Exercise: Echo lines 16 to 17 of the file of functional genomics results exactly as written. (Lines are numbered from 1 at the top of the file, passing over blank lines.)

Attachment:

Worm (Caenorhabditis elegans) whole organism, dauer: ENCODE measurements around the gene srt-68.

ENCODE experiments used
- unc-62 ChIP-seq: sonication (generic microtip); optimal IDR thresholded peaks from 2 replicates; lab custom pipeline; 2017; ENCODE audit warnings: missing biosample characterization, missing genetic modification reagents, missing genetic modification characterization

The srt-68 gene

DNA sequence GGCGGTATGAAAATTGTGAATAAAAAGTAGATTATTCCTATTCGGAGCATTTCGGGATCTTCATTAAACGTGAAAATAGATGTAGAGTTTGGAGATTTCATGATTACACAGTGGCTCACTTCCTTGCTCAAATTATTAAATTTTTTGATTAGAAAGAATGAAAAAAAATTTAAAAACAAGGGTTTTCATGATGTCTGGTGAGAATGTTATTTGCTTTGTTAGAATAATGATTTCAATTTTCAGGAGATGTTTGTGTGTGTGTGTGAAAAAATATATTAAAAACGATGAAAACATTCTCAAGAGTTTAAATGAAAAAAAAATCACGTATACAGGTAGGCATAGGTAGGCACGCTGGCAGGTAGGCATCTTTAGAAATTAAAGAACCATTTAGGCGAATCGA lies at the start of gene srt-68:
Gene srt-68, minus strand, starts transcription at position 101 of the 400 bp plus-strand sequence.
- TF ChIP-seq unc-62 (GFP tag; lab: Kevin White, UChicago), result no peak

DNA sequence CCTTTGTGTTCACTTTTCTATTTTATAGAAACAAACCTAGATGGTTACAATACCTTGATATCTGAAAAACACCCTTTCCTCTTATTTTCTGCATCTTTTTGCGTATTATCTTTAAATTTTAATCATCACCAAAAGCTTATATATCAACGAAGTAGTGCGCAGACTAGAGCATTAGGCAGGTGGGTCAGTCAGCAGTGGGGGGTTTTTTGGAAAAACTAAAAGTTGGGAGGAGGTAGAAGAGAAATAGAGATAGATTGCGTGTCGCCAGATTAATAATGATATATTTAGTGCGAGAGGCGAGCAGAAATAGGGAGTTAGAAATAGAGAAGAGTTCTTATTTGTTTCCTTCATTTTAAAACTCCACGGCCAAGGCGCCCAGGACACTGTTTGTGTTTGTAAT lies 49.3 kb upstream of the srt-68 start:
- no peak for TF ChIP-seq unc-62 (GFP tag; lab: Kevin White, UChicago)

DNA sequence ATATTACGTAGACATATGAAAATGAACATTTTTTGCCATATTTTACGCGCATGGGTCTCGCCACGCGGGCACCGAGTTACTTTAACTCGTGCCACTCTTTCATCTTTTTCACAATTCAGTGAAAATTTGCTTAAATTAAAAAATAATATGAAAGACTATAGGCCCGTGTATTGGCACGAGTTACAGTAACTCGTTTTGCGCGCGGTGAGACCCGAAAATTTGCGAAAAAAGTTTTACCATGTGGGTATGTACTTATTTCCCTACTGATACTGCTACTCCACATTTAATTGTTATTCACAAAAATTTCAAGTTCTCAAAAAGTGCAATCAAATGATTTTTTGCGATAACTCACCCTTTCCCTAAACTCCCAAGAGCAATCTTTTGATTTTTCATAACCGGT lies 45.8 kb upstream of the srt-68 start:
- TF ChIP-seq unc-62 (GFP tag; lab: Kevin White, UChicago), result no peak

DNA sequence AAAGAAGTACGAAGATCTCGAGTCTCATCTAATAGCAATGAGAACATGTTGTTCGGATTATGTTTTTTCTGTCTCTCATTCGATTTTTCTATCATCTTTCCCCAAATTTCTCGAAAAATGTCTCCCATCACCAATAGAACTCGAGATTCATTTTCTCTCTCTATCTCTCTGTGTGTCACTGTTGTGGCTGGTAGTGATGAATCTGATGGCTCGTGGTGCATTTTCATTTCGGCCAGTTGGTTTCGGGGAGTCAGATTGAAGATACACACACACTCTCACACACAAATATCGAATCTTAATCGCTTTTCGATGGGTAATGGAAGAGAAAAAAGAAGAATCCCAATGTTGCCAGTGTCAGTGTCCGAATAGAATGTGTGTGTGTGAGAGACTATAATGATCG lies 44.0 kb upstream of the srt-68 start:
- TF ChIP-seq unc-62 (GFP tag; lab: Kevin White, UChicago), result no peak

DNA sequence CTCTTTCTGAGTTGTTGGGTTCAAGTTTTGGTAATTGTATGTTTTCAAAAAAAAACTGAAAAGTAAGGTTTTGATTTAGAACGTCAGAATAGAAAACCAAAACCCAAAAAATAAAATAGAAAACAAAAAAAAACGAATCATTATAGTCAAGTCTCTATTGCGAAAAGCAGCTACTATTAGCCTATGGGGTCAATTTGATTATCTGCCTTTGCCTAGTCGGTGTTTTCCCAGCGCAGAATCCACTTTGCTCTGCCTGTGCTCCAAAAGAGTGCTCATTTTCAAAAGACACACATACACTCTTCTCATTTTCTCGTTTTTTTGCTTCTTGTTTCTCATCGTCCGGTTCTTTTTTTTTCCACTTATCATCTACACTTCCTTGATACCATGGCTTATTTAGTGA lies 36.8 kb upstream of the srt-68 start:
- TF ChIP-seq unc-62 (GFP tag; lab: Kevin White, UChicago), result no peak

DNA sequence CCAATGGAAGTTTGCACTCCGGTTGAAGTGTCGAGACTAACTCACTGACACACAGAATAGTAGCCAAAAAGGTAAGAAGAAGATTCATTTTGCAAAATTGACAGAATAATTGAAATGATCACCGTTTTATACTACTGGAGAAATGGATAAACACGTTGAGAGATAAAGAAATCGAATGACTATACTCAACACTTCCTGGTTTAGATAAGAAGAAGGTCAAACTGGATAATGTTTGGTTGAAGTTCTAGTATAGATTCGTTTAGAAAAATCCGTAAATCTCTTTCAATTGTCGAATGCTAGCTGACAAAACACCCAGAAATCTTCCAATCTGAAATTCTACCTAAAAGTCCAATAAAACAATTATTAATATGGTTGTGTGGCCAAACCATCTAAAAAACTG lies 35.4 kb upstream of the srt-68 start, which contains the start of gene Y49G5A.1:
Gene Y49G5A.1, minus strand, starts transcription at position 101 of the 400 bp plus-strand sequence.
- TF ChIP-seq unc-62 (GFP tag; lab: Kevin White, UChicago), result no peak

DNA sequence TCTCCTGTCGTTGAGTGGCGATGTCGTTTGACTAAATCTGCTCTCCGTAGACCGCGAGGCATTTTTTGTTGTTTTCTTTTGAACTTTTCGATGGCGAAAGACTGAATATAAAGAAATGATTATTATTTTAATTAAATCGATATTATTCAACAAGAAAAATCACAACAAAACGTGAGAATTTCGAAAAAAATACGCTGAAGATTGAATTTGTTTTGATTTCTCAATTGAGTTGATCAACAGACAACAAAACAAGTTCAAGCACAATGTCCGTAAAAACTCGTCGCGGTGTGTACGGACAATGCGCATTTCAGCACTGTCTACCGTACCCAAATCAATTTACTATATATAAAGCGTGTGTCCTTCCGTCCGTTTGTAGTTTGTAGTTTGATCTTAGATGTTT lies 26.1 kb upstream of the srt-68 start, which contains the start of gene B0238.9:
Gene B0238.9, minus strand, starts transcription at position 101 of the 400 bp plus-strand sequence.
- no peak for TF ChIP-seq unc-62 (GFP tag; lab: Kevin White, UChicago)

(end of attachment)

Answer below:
DNA sequence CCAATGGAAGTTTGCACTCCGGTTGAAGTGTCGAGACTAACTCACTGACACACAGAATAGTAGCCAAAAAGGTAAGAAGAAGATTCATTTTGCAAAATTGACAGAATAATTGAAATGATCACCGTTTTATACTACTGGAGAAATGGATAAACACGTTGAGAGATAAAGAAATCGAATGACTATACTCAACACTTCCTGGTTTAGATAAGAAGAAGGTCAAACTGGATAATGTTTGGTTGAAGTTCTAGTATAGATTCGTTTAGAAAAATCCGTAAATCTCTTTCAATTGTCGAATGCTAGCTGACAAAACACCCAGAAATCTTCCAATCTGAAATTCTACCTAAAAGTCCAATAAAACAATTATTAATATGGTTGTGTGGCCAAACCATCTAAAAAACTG lies 35.4 kb upstream of the srt-68 start, which contains the start of gene Y49G5A.1:
Gene Y49G5A.1, minus strand, starts transcription at position 101 of the 400 bp plus-strand sequence.